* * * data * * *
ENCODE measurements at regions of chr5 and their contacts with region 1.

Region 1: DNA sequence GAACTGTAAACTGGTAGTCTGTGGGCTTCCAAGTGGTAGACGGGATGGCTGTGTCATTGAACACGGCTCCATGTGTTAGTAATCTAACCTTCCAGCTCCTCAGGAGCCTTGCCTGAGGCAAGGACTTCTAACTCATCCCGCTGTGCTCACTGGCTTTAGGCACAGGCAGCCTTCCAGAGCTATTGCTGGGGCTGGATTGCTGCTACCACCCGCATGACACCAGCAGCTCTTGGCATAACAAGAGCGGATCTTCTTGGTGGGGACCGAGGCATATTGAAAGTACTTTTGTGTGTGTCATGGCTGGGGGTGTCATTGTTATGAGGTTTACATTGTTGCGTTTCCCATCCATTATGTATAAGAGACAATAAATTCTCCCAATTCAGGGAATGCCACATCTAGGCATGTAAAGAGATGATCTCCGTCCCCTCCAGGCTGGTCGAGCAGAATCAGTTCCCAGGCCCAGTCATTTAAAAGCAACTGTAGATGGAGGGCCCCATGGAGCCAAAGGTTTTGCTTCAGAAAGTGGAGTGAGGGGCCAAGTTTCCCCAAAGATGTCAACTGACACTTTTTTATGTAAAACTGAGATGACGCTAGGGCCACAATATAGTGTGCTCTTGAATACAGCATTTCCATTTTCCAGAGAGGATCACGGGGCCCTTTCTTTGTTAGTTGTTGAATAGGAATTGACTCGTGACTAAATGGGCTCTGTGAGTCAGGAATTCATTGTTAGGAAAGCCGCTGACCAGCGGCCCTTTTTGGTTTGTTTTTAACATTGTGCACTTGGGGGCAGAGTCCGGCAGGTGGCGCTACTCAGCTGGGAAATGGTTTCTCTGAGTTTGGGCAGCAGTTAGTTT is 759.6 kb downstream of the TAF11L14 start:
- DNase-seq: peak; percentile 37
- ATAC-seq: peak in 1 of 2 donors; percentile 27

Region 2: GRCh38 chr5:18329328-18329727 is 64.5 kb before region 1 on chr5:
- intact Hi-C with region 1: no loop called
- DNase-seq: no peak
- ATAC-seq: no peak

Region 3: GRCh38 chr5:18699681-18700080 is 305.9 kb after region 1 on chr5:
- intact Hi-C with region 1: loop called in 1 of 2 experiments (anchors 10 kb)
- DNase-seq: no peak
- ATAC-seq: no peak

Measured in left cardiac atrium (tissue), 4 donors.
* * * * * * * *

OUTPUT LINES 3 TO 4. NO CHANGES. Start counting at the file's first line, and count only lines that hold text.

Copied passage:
- DNase-seq: peak; percentile 37
- ATAC-seq: peak in 1 of 2 donors; percentile 27